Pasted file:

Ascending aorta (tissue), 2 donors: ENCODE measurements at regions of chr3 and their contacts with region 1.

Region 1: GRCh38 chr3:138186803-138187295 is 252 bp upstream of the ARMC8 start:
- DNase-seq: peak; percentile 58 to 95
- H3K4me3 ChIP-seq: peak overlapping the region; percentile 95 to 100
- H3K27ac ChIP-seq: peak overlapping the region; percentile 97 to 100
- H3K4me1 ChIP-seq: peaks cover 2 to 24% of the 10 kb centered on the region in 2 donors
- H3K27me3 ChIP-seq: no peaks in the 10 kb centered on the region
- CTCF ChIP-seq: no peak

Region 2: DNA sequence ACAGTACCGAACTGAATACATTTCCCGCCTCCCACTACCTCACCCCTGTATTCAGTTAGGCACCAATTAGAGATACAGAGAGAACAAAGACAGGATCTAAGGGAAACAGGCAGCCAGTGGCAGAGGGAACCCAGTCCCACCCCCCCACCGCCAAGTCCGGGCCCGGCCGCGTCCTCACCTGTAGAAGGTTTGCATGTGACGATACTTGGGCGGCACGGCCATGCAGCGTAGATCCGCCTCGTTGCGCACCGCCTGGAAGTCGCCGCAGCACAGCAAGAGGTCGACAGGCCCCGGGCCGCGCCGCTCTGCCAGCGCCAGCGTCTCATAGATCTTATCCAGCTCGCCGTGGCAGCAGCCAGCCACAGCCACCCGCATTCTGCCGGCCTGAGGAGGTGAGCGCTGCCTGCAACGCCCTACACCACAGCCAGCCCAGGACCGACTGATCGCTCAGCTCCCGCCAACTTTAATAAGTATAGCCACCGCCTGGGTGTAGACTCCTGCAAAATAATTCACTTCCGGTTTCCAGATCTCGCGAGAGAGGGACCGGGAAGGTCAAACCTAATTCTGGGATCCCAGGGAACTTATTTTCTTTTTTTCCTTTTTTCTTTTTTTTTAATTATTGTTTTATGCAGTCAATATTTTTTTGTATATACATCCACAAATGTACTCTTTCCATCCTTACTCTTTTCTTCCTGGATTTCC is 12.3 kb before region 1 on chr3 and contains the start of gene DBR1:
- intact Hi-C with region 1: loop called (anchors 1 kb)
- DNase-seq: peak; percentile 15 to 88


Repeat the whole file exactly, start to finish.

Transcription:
Ascending aorta (tissue), 2 donors: ENCODE measurements at regions of chr3 and their contacts with region 1.

Region 1: GRCh38 chr3:138186803-138187295 is 252 bp upstream of the ARMC8 start:
- DNase-seq: peak; percentile 58 to 95
- H3K4me3 ChIP-seq: peak overlapping the region; percentile 95 to 100
- H3K27ac ChIP-seq: peak overlapping the region; percentile 97 to 100
- H3K4me1 ChIP-seq: peaks cover 2 to 24% of the 10 kb centered on the region in 2 donors
- H3K27me3 ChIP-seq: no peaks in the 10 kb centered on the region
- CTCF ChIP-seq: no peak

Region 2: DNA sequence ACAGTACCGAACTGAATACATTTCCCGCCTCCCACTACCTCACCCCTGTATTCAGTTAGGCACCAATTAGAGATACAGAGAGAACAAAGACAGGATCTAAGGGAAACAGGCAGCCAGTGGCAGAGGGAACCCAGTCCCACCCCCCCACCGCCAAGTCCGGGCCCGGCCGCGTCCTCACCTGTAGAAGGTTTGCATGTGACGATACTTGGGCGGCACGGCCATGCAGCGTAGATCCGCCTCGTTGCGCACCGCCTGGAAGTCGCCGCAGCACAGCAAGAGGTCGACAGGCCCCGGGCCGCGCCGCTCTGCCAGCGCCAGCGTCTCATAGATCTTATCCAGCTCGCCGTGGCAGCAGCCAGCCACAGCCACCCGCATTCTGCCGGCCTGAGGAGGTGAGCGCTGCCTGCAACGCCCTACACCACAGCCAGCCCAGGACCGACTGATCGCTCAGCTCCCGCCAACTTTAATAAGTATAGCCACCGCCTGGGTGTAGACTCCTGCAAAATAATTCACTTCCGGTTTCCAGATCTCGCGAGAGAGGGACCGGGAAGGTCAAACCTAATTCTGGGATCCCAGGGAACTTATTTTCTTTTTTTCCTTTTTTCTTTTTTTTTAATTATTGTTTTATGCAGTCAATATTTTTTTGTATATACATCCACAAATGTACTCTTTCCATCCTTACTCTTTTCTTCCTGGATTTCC is 12.3 kb before region 1 on chr3 and contains the start of gene DBR1:
- intact Hi-C with region 1: loop called (anchors 1 kb)
- DNase-seq: peak; percentile 15 to 88